Teenage girls earn extra cash for college -- as long as they don't get pregnant
For six years, Hubbard has belonged to an adolescent girls' group called College Bound Sisters, which focuses on fellowship, goal-setting, age-appropriate sexual education and getting into college. Hubbard will complete the program by graduating high school and enrolling in college. At that point, she'll receive a stipend of more than $2,000: a dollar for each day she's been a participant in the group.
There's just one minor caveat. The deal's off if she gets pregnant while in the progam.
Paying teenage girls not to have a baby raises a few eyebrows. But the founders of College Bound Sisters say it makes sense. Drs. Hazel Brown and Rebecca Saunders of the School of Nursing at the University of North Carolina–Greensboro developed this innovative approach to a common problem nearly 20 years ago while working as maternity nurses.
"Over the years, we saw an increasing number of teens having babies," Brown says. "It became our mission to help do something about that."
It's No Big Deal
Brown and Saunders worked with the Guilford County (N.C.) Health Department to develop a pregnancy-prevention program for girls who already had one child. In 1997, they turned their focus to primary pregnancy prevention, founding College Bound Sisters for girls 12 to 16 -- considered high-risk because their sisters were teenage mothers.
"When I was doing maternity nursing," Brown says, "the girls would always say, 'It hasn't been such a big deal in my family, because my sister already had a baby.'"
The program is controversial on several levels. Abstinence is not required of participants; the program offers information on both birth control and safe sex, which doesn't sit well with those who support abstinence-only education. Other critics believe the government should not pay teens to do what's in their own self-interest.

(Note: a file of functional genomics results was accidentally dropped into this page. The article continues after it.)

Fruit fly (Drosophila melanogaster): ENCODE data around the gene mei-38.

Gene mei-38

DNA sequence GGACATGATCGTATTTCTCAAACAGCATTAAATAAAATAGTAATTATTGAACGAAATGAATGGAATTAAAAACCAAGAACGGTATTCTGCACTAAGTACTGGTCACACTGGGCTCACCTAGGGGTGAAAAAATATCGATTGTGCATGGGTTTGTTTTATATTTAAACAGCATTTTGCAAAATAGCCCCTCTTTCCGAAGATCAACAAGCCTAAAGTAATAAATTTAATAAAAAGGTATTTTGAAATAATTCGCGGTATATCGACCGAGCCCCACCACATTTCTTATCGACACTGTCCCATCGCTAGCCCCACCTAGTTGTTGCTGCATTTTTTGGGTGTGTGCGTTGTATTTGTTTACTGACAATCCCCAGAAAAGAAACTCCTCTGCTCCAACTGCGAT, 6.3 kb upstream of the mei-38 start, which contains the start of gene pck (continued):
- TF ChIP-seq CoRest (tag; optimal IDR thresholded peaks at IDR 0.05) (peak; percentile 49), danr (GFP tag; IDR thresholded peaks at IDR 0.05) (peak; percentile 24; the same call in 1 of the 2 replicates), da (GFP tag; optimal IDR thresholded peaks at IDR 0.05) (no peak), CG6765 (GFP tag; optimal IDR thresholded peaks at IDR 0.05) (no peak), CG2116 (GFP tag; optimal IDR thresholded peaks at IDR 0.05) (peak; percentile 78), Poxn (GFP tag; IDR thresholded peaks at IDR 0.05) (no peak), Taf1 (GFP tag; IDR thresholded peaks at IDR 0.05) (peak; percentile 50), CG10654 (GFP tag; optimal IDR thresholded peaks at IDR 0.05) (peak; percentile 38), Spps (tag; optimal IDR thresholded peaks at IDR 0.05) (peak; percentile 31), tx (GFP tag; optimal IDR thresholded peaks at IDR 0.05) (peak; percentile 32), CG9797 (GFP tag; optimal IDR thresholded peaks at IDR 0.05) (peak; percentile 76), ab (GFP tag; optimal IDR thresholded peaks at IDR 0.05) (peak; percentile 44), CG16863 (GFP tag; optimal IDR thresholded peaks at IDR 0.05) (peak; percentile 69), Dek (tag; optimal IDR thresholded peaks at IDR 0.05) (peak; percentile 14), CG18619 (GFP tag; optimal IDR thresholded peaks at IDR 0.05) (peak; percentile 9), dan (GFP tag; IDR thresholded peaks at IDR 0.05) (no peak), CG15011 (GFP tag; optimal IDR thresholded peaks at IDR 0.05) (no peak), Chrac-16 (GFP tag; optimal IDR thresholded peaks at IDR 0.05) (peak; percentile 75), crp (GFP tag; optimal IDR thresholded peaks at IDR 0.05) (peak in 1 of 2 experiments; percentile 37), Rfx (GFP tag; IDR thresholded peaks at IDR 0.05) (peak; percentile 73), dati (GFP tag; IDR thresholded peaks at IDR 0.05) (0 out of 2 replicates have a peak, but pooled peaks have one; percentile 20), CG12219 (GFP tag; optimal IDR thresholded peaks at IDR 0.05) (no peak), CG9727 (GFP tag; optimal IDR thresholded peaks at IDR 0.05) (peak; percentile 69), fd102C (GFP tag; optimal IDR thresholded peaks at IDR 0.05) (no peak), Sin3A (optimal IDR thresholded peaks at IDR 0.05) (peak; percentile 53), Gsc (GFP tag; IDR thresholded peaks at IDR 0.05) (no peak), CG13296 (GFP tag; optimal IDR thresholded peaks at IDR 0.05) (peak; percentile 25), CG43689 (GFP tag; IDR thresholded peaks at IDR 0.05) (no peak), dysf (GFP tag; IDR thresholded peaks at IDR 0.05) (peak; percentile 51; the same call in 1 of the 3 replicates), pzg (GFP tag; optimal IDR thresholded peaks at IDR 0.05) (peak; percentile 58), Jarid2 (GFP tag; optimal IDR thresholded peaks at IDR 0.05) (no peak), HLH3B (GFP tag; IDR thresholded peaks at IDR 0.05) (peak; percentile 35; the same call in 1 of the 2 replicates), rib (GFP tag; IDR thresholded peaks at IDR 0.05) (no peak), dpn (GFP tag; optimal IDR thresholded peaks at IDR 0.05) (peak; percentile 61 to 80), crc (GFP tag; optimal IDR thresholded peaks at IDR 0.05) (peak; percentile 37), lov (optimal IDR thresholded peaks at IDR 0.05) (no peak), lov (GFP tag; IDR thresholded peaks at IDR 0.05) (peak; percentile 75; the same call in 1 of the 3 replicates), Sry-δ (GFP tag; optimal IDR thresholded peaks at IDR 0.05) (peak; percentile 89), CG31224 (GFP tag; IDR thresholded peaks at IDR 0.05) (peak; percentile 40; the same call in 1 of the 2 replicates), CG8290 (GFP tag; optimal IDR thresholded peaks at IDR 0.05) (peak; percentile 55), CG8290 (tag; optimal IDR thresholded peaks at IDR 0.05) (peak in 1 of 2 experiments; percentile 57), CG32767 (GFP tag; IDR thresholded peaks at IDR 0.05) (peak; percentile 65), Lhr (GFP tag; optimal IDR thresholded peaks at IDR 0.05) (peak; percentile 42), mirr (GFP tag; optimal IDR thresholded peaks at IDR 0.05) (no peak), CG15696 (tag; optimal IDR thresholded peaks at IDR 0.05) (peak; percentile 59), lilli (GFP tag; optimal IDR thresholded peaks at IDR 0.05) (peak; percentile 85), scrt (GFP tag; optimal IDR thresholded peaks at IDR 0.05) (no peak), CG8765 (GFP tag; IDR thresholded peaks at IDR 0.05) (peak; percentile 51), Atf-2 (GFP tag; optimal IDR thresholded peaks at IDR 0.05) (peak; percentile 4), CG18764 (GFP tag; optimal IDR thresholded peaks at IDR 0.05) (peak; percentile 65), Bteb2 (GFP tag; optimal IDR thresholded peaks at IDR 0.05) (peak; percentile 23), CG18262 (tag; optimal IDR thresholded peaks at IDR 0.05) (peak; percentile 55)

Indeed, many of the girls who join the program initially are motivated by the money. But they stay, Brown says, because of the support they receive and the opportunity to get a college education. "You can't work toward a negative," she says, "so saying 'Don't get pregnant' isn't good enough. This program gives them something to work toward."
Getting Pregnant, Early and Often
"College Bound Sisters helped me stay focused on school and to understand the consequences of getting pregnant," says Hubbard, who's 17. "Becoming a teen parent would slow me down or stop me from going to college. That's what happened to my sister."
Wendy Amundson, vice president for education at Planned Parenthood Health Systems, says offering young girls a financial incentive to avoid pregnancy has proved an effective strategy. Planned Parenthood runs two adolescent-parenting programs in North Carolina that focus on preventing a second pregnancy.
"In North Carolina, if the mom becomes pregnant at 16, she has a 27 percent chance of getting pregnant again before 19," Amundson says. "We give the girls incentives such as gift cards, CDs, or things for their children not to get pregnant, or to reward them for reaching certain goals, and it works. Over the 15 years of the program, we have only had six repeat pregnancies out of an estimated 540 teens."
Big Savings for Taxpayers
College Bound Sisters boasts a similar success rate. Only six girls of the 125 enrolled for six months or longer have become pregnant. About 40 have already finished high school, and 10 have graduated from college.
Programs like College Bound Sisters also makes sense on a macro scale. Teen pregnancies cost taxpayers $9.1 billion annually, according to the National Campaign to Prevent Teen and Unplanned Pregnancy. North Carolina ranks eighth in the nation for teen pregnancies. The $75,000 annual cost for the programs run by Planned Parenthood and College Bound sisters pales next to the $500,000 a teen pregnancy can cost taxpayers for health care and welfare.
"When you can prevent a pregnancy, you've more than paid for a program like this," says Brown.